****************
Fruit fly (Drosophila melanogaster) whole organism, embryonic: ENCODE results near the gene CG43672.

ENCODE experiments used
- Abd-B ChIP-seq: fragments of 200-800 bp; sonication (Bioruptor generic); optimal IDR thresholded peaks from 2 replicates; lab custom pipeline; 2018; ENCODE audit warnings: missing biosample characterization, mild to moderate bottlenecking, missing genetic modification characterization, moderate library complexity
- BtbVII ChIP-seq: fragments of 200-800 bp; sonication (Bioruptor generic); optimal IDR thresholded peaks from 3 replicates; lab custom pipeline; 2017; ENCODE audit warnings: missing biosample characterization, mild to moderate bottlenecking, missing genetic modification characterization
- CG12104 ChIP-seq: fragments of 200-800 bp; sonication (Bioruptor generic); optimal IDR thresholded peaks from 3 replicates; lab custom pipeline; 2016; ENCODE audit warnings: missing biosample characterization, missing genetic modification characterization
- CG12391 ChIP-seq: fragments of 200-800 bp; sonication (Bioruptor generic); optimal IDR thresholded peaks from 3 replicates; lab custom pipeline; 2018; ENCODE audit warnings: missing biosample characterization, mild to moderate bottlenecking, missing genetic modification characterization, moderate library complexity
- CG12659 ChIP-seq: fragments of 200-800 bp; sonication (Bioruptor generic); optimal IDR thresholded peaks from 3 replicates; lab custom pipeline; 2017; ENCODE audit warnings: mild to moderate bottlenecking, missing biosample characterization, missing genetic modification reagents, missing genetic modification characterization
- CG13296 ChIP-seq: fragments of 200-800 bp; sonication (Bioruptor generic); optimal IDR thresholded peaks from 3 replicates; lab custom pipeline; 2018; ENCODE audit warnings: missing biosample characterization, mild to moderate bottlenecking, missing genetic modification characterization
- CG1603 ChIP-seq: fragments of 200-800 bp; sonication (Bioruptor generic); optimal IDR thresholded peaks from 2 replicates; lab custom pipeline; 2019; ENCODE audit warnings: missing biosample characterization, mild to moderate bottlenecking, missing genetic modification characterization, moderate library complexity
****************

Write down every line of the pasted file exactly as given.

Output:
Fruit fly (Drosophila melanogaster) whole organism, embryonic: ENCODE results near the gene CG43672.

ENCODE experiments used
- Abd-B ChIP-seq: fragments of 200-800 bp; sonication (Bioruptor generic); optimal IDR thresholded peaks from 2 replicates; lab custom pipeline; 2018; ENCODE audit warnings: missing biosample characterization, mild to moderate bottlenecking, missing genetic modification characterization, moderate library complexity
- BtbVII ChIP-seq: fragments of 200-800 bp; sonication (Bioruptor generic); optimal IDR thresholded peaks from 3 replicates; lab custom pipeline; 2017; ENCODE audit warnings: missing biosample characterization, mild to moderate bottlenecking, missing genetic modification characterization
- CG12104 ChIP-seq: fragments of 200-800 bp; sonication (Bioruptor generic); optimal IDR thresholded peaks from 3 replicates; lab custom pipeline; 2016; ENCODE audit warnings: missing biosample characterization, missing genetic modification characterization
- CG12391 ChIP-seq: fragments of 200-800 bp; sonication (Bioruptor generic); optimal IDR thresholded peaks from 3 replicates; lab custom pipeline; 2018; ENCODE audit warnings: missing biosample characterization, mild to moderate bottlenecking, missing genetic modification characterization, moderate library complexity
- CG12659 ChIP-seq: fragments of 200-800 bp; sonication (Bioruptor generic); optimal IDR thresholded peaks from 3 replicates; lab custom pipeline; 2017; ENCODE audit warnings: mild to moderate bottlenecking, missing biosample characterization, missing genetic modification reagents, missing genetic modification characterization
- CG13296 ChIP-seq: fragments of 200-800 bp; sonication (Bioruptor generic); optimal IDR thresholded peaks from 3 replicates; lab custom pipeline; 2018; ENCODE audit warnings: missing biosample characterization, mild to moderate bottlenecking, missing genetic modification characterization
- CG1603 ChIP-seq: fragments of 200-800 bp; sonication (Bioruptor generic); optimal IDR thresholded peaks from 2 replicates; lab custom pipeline; 2019; ENCODE audit warnings: missing biosample characterization, mild to moderate bottlenecking, missing genetic modification characterization, moderate library complexity